A House subcommittee yesterday approved a $760 million program to provide aid to families in danger of losing their homes through foreclosure.
The measure, which the Reagan administration strongly opposes, is aimed primarily at people who have lost their jobs because of the recession, but also includes anyone who has "incurred a substantial reduction in income as a result of circumstances beyond his control."
Foreclosures have been rising steadily as the recession has deepened, especially in the hard-hit northeastern and midwestern industrial states. Nationally, the number of foreclosures is the highest since the mid-1960s.
"The need for help is real . . . and of substantial proportions," said Rep. Henry B. Gonzalez (D-Tex.), chairman of the House subcommittee on housing and community development and one of the measure's sponsors.
Republicans on the panel, while agreeing, in the words of ranking minority member Stewart B. McKinney (R-Conn.), that the problem has "reached crisis proportions," objected to the proposal as too expensive, too cumbersome and likely to provide government help to people who don't really need it. Led by Rep. Chalmers P. Wylie (R-Ohio), ranking minority member of the parent Banking Committee, they offered a series of restrictive amendments, which were rejected largely along party lines.
Under the bill, the Department of Housing and Urban Development would take over mortgage payments for financially troubled homeowners for up to three years. Homeowners would contribute up to 38 percent of their income--after such expenses as real estate taxes, insurance and utilities--and HUD would pay the rest.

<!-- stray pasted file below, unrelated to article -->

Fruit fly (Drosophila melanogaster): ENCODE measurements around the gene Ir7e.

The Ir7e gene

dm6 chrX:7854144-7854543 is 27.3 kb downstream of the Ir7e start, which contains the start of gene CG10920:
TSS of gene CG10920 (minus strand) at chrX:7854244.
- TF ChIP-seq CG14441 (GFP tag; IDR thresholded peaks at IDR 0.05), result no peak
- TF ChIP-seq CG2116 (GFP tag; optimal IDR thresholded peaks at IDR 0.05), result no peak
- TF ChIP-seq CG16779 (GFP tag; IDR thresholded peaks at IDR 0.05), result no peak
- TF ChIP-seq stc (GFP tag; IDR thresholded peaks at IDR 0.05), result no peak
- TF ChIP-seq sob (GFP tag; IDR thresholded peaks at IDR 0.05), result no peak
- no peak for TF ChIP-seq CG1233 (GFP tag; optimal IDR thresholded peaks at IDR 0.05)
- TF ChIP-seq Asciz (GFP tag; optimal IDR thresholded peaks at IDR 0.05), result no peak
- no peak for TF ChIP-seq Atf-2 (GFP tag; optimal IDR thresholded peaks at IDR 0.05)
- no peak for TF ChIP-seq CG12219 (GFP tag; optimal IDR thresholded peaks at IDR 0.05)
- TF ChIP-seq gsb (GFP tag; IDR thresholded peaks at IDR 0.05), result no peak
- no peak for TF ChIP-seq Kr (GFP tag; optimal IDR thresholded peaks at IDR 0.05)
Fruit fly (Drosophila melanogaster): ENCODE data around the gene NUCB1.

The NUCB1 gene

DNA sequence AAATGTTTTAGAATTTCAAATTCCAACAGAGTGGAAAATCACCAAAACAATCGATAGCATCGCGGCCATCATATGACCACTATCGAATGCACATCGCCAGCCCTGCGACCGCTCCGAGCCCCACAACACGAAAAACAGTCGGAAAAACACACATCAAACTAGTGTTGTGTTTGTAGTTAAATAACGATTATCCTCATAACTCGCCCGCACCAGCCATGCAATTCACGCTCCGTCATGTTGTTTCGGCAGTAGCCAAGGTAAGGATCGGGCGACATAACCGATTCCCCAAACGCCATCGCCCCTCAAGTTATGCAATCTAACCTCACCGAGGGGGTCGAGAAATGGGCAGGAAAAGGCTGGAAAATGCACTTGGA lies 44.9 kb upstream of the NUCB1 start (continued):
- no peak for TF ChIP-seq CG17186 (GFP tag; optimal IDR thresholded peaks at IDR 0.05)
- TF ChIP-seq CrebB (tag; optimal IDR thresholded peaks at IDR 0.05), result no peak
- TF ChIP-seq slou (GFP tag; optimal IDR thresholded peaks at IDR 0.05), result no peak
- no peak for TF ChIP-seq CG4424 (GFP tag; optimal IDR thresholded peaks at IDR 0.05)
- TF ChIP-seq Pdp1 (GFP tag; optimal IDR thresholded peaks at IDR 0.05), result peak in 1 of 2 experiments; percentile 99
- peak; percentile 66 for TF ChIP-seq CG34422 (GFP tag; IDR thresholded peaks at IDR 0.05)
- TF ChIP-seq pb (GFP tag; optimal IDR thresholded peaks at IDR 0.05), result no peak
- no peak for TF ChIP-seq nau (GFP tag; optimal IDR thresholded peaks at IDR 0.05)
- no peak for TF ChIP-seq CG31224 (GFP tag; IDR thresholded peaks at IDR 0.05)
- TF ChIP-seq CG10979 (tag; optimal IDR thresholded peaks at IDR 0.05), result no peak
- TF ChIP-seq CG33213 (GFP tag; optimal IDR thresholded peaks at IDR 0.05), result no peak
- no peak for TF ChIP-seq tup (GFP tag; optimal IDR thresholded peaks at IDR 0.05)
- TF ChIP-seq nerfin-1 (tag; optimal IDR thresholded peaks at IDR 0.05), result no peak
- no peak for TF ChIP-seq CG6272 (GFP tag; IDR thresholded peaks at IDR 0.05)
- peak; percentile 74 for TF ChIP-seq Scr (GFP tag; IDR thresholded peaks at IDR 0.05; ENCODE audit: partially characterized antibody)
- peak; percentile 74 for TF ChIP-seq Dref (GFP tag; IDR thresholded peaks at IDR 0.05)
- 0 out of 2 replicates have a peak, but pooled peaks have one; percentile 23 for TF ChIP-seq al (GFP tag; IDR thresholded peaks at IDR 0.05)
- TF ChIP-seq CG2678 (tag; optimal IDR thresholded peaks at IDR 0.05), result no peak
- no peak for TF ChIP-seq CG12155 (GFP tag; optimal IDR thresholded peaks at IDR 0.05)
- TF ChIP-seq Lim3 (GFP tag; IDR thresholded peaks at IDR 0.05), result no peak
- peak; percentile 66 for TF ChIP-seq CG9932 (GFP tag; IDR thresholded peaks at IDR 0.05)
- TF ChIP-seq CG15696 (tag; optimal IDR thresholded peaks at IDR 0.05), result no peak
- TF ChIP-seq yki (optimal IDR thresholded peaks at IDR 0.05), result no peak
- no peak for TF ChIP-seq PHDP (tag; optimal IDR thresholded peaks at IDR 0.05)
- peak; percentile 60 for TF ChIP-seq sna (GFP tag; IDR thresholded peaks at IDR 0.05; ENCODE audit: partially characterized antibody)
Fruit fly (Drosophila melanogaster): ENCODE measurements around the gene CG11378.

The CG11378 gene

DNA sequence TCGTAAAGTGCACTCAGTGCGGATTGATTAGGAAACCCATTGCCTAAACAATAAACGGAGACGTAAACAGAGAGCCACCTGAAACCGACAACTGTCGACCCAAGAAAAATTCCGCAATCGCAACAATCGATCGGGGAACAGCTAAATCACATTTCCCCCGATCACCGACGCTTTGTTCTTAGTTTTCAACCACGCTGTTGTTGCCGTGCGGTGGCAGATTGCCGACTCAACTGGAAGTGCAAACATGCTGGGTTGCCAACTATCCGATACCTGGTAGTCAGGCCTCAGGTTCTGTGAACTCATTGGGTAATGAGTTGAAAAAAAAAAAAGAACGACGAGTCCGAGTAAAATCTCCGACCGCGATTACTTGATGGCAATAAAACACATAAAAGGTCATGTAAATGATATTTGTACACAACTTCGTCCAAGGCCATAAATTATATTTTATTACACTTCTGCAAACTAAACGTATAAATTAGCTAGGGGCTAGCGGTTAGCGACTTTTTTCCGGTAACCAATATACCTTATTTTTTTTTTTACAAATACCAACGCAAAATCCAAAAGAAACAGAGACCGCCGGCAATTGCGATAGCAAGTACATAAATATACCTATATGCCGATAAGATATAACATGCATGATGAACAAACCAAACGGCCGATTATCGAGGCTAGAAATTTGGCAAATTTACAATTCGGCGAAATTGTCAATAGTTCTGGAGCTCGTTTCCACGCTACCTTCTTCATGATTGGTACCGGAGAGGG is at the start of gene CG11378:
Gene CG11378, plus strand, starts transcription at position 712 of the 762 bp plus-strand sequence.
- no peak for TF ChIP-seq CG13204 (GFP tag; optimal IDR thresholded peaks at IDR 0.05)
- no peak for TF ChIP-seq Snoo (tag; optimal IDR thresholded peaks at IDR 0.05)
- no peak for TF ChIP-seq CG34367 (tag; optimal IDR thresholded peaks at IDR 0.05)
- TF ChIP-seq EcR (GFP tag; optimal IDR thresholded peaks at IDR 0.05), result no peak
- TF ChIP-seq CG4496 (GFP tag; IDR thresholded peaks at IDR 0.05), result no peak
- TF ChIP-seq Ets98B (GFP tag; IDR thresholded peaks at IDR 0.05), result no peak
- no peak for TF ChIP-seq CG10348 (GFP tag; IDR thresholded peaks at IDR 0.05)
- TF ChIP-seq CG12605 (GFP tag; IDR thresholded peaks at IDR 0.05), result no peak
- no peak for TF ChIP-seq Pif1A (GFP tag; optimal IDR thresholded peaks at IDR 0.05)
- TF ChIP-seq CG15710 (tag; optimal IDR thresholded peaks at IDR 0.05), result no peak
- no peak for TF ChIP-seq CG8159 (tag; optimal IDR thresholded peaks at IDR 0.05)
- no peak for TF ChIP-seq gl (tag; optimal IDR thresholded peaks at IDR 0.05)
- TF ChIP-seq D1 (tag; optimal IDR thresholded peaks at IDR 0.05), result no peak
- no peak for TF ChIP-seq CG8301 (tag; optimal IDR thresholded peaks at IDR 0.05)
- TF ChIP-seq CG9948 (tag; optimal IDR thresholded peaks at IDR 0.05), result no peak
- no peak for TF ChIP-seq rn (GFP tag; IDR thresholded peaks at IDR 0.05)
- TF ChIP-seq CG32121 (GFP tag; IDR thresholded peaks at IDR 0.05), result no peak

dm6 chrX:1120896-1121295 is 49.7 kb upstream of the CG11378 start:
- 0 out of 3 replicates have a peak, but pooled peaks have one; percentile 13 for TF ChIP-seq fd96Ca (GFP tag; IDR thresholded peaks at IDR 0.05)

HUD's payments would come in the form of a loan to the homeowner, secured by a lien on the house, and would be paid off on a flexible schedule geared to the homeowner's income.
The program's backers regard it as a temporary, emergency measure, and it would be open only to those persons who, in the judgment of the HUD secretary, have a reasonable prospect of being able to resume payments on their mortgages and of repaying the government.
The program would be activated whenever mortgage delinquency rates, either nationally or regionally, reached a certain level. Were the program already on the books, it would have been triggered in 1981 and would still be in effect.
HUD Secretary Samuel R. Pierce Jr., in testimony last week, "strongly urged" the panel to reject the bill. He argued that President Reagan's policies are taking hold, the recession is ending, and people are going back to work. He noted that many lenders are holding off from moving to foreclosure, and that such forebearance is accomplishing what the bill seeks at no cost to the government.
Republican members of the Housing subcommittee echoed those concerns yesterday, arguing that the measure, by guaranteeing the lender his money, would encourage foreclosures. Rep. Dave Dreier (R-Calif.) termed the bill "nothing more than an incentive to foreclosure."
Gonzalez conceded that the economic outlook "is more optimistic than has been true up to now," but he said, "it will take quite a bit of time before the economy really is truly healthy and stabilized . . . . The bill we're marking up today recognized the fact that it's a long way between a forecast and the reality of the forecast. And it's a long way between leading economic indicators and money to pay the mortgage on a house that's about to be lost."